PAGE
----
Once a place of healing and rejuvenation for Hawaiian royalty, this place remains in position for a warm welcome to Waikiki.
It’s while sitting at the stern of an outrigger canoe as it rushes down the face of a three-foot wave off Waikiki Beach in Hawaii that I gain more of an understanding of the Hawaiian passion for moana (ocean). Although the single-hulled canoes were originally created for livelihood and transportation around the South Pacific, today they are used to introduce tourists to the thrills associated with the water sport, which remains an integral part of Hawaiian indigenous culture.
A Hawaiian blessing
Faith Surf School instructor Isaiah Moniz observes the water whipping my face and laughs: “You just received a Hawaiian blessing.” While my maiden foray gliding toward the shore feels like a joy ride, the Polynesian connection to the boats made from native koa hardwood is a lot more profound. “The Polynesians performed great feats of navigation in the wa’a (canoes), sailing the ocean using the stars, wind and currents,” says Isaiah.
You gotta have Faith
Isaiah’s father started Faith Surf School in 2000 and the business is now Hawaii’s largest and most popular surf school. These ancient Hawaiian pastimes are some of the indigenous customs that Outrigger Resorts actively promotes in order to encourage travellers to ‘Escape Ordinary‘. This year, Outrigger celebrates its 70th anniversary, honouring the legacy of its founding members – Roy and Estelle Kelley – and the story of a brand that has morphed from a single Waikiki hotel into a global portfolio of some 37 properties dotted around Hawaii, the Asia Pacific and Indian Ocean.
Passengers onboard Sail Holokai will also receive a Hawaiian blessing when they join the impossibly cool crew onboard the sleek catamaran, which departs from the shore near to the Outrigger Reef Waikiki Beach Resort. The traditional thing to do here is to get dropped off in a zone where the turtles tend to congregate. With the reggae music blaring, we join instructor and passionate free diver Josh Munoz in uncloaking and bombing off the boat. The water mirrors the blue of the sky and the snorkellers oscillate between being enchanted by the underwater action below and watching the surfers shoot out of barrelling waves above.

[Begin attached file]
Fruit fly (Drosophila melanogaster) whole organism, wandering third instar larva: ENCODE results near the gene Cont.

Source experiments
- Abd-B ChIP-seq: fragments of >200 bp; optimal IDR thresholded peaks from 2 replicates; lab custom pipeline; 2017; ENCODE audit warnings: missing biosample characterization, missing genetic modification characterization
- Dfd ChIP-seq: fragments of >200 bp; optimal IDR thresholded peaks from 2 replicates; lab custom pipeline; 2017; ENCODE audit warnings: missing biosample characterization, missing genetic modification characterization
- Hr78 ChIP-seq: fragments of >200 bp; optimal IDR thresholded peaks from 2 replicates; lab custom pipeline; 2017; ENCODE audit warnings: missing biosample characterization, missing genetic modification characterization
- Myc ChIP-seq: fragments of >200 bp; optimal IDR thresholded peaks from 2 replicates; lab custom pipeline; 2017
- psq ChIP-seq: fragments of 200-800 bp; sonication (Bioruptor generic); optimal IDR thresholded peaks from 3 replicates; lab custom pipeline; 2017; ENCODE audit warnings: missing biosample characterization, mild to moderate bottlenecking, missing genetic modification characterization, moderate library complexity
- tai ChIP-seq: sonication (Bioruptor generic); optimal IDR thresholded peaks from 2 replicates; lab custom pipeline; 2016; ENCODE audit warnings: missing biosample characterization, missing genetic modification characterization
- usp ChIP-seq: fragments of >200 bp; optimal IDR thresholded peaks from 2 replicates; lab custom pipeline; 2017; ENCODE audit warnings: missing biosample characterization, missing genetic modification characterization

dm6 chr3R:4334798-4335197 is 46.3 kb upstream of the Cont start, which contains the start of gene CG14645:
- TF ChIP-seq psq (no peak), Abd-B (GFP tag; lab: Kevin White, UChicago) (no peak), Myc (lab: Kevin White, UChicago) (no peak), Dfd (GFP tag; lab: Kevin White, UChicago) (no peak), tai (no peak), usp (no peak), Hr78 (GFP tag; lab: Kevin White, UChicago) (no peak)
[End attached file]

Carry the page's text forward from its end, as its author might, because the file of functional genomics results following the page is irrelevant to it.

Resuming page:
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The Aloha State
While Outrigger Waikiki Beach Resort celebrates the Aloha State’s “local beach and surf culture”, sister property Outrigger Reef Waikiki Beach Resort introduces visitors to Hawaiian traditions such as hula dancing and strumming a ukelele. Here, at Outrigger Reef, ‘ambassador of aloha’ instructor Luana Maitland shows us how to follow the kaholo, a four-beat pattern for our feet, and to move our hips like palms starting to sway. Luana’s moves are seductive, and her soft singing, which rises and falls in volume, helps us get a feel for the simple moves in The Hukilau Song.
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Language of the heart
Luana says while visitors to Oahu are initially enticed to its sandy beaches, world-class surf and the silhouette of the majestic Diamond Head mountain, they often leave the island State feeling blessed after learning about the local culture. She says she loves being the “ambassador of Aloha” for Outrigger Resorts as she devotes time each day to reviving aspects of the ancient culture.
“Being Hawaiian means always being surrounded by music and dance. Growing up, nothing was ever documented. What we were taught by the chiefs and our kahuna was so we would understand our culture and be able to pass it on,” she says. “It’s very important to me that I get to share the culture that was taught to me by my family. What I teach you is not what I learnt from a book. Hula is the language of the heart and everything in Hawaii comes from the heart,” Maitland says.
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This article was first published in November, 2018 and updated in December, 2020.